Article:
Imagine for a moment a battery that can be stretched and twisted like chewing gum and inserted into the washing machine along with the clothes, enduring the twists and turns of washing, without altering its ability to store electricity and deliver the accumulated energy to other electronic devices.
It may be hard to think about, but this “flexible and laundry-friendly” battery already exists. It was developed and successfully tested by a team of researchers at the University of British Columbia (UBC), based in Vancouver, Canada. Its prompt commercialization and arrival in Argentina is expected.
The soft, stretchy, and washable battery works even when twisted or stretched to twice its normal length, or after being subjected to water, twisting, and jolting inside the washing machine, its developers say.
FOR “WEARABLE” DEVICES
They add that this technology could be the starting point for a new generation of portable devices, and “wearables” or “wearables”, that is, they are worn on the body, for the most part in direct contact with the skin.
“Wearable electronics is a huge market, and flexible and stretchable batteries are essential for its development,” says Dr. Ngoc Tan Nguyen, a postdoctoral fellow in the UBC School of Applied Sciences. and one of the lead authors of this research.
The new energy storage device was introduced in a washing machine / RODNAE Productions / Pexels
“Batteries of this type developed up to now could not be washed. And that’s a crucial capability for battery-powered ‘wearable’ devices to withstand the demands of daily use,” says Tan Nguyen, who has a PhD in Electrical and Computer Engineering, specializing in lithium batteries for medical implants and applications.’ wearables’.
“Electronics woven” into fabric or incorporated into textile materials promises to open up all sorts of possibilities, from clothing that controls the wearer’s muscle activity and breathing to clothing that can communicate with one another, according to technology publications.
A variety of elastic energy storage devices designed to power portable devices have been introduced in recent years, from millimeter batteries that stretch over the skin like band-aids to accumulators. cells similar to tissues that derive energy from human sweat.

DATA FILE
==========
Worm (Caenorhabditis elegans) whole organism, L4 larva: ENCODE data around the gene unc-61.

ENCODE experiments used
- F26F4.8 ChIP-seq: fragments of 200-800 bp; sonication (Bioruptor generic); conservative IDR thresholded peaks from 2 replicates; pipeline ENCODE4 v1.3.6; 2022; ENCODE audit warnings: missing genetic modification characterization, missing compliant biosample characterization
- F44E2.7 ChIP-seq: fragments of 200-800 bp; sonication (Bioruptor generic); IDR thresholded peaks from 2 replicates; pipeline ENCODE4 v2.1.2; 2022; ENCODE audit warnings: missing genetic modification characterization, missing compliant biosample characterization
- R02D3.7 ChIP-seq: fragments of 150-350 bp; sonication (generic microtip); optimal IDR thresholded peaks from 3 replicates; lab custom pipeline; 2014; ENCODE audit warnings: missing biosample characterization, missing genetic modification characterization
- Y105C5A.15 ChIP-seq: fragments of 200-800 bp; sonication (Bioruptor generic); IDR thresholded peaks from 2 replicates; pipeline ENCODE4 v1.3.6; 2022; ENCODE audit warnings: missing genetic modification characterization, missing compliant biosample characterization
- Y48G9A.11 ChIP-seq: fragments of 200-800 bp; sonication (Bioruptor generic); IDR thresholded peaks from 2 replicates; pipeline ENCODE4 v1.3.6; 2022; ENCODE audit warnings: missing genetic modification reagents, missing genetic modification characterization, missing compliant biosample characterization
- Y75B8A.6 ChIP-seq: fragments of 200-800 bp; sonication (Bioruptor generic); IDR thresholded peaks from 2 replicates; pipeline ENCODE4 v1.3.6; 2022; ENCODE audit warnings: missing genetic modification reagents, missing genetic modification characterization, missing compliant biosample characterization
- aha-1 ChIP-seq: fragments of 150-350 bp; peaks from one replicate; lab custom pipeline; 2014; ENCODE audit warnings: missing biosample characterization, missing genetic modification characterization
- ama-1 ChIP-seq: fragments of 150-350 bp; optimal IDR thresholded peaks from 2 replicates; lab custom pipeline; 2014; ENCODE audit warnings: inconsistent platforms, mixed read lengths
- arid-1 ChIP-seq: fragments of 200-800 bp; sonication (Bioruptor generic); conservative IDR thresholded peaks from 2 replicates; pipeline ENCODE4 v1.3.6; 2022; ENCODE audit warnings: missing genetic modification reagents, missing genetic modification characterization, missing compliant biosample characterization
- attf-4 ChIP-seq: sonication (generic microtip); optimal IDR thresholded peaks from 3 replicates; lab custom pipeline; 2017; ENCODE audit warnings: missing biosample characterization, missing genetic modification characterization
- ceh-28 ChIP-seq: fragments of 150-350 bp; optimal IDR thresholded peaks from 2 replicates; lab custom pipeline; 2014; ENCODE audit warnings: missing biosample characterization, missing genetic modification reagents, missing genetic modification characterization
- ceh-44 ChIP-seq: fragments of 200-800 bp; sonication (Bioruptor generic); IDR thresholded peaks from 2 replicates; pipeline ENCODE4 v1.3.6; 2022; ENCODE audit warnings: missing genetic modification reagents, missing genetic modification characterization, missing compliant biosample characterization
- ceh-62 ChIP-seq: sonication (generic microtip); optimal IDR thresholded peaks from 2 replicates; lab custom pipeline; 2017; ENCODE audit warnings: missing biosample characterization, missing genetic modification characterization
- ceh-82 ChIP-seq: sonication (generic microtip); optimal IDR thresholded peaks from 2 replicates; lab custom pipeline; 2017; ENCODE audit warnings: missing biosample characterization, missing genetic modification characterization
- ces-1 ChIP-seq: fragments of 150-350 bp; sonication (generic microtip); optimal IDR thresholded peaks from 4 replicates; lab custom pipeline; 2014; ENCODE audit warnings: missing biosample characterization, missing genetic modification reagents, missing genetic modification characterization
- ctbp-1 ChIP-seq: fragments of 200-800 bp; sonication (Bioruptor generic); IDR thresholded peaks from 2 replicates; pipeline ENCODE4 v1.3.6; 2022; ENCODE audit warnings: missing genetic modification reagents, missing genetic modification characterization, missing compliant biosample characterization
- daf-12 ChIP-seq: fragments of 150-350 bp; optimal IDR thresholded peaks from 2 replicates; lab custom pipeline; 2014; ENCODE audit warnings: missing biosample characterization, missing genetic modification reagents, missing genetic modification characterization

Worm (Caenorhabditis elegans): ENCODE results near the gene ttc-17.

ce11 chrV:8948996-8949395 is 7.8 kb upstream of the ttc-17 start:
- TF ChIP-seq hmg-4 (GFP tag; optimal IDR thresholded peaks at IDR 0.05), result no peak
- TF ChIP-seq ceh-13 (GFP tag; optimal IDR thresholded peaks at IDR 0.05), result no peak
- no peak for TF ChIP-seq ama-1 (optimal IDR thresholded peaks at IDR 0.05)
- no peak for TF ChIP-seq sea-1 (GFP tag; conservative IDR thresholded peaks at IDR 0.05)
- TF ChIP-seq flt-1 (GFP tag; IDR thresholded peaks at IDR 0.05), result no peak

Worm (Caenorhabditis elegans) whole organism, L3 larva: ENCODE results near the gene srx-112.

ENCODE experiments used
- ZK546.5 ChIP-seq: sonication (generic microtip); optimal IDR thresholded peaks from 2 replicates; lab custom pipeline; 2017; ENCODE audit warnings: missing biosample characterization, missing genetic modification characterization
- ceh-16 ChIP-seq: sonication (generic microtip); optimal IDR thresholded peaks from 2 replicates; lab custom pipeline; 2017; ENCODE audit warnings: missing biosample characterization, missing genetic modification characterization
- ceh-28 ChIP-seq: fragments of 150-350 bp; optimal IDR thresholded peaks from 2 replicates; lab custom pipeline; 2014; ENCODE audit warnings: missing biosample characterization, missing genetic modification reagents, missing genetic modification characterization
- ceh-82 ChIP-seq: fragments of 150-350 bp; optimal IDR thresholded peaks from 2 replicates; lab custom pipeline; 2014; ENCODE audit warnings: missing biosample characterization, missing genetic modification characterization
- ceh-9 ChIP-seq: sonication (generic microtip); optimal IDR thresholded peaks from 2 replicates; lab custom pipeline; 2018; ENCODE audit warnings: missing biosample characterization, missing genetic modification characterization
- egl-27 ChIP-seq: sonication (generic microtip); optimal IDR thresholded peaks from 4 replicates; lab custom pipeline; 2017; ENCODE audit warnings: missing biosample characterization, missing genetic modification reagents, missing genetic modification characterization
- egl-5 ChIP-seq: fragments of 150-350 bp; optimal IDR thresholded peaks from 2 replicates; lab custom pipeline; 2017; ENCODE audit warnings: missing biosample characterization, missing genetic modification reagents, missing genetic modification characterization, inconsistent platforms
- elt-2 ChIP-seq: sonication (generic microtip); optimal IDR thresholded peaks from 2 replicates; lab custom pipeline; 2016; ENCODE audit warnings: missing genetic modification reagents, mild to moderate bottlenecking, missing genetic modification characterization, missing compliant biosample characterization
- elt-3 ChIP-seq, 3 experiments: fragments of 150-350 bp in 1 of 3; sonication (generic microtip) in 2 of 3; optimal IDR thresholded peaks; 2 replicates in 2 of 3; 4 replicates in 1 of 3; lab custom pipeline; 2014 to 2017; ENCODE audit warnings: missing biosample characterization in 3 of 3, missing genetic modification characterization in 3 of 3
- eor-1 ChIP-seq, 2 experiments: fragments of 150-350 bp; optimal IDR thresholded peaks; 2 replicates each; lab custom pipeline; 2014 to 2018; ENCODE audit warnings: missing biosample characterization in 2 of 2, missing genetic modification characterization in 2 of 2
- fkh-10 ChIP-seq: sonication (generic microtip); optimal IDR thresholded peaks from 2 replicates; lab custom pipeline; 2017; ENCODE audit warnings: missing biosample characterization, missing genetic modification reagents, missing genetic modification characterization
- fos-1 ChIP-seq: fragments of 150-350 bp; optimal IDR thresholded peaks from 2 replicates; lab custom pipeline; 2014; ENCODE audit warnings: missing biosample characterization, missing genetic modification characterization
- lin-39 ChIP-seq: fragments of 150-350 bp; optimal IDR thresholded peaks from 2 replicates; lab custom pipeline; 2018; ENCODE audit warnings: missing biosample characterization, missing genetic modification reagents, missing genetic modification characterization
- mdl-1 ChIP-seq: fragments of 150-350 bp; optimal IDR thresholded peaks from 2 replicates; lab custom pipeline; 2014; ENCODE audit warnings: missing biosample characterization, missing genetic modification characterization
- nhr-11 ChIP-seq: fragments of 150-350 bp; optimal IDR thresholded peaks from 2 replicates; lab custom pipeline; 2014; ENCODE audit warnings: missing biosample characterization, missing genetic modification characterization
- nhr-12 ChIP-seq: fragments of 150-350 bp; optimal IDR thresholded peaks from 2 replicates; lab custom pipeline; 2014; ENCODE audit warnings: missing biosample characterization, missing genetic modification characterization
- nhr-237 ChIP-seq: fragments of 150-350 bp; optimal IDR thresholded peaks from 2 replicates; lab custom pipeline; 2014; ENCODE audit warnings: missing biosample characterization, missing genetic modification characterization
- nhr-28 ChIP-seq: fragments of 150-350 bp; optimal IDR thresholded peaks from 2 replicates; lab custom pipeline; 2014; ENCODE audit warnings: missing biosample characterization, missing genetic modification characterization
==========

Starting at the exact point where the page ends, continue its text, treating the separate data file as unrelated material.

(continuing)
The UBC team has managed to fill an important gap in all of these technologies, by adding to flexible batteries the ability to be washed conventionally.
The battery, developed by Dr. Nguyen and his team, offers a number of engineering innovations, according to UBC. Whereas in normal batteries, the inner layers are hard materials encased in a rigid exterior, the UBC team made the key compounds, zinc and manganese dioxide, stretchable by grinding them into small pieces and embedding them in a rubbery plastic or polymer, they point out.
The UBC battery consists of several ultra-thin layers of these polymers encased within a casing of the same polymer. This structure creates a hermetic and waterproof seal that ensures the integrity of the battery withstanding repeated use, according to the university researchers.
During the investigations, PhD student and team member Bahar Iranpour suggested inserting the battery into the washing machine, to test the resistance and hermeticity of its sealing.
RESISTANT, SAFE AND ECONOMIC
So far, the flexible battery prototype has withstood 39 washing cycles, though the researchers hope to further improve its durability as they continue to develop and refine this technology.
“We have subjected our battery prototypes to actual washing cycles in both domestic and commercial washing machines. All passed the test, coming out of the machine intact and functional. This is how we know that this battery is really resistant”, says Iranpour.
Dr. Nguyen adds for his part that the choice of the chemical compounds of zinc and manganese dioxide, as manufacturing materials, confers another important advantage to this battery.
Zinc-manganese metal compounds are safer for devices worn close to the skin, compared to lithium-ion batteries, which can produce toxic compounds when ruptured, Nguyen points out.
The researchers believe that the new battery could cost the same as a regular rechargeable battery when ready to reach consumers, thanks to improvements in power output and lifespan that are being incorporated into it.
Flexible batteries already existed, but now researchers at the Canadian University of British Columbia have perfected this technology by adding the ability to be washed repeatedly in domestic or commercial machines.
This battery, which could cost the same as a conventional rechargeable battery, can be integrated into watches and patches that measure the wearer’s vital signs, and into garments that change color or temperature on their own.
Wearable devices (wearable or worn) need electricity. With a soft, stretchable and washable power cell, that portable power becomes comfortable and capable of withstanding everyday use.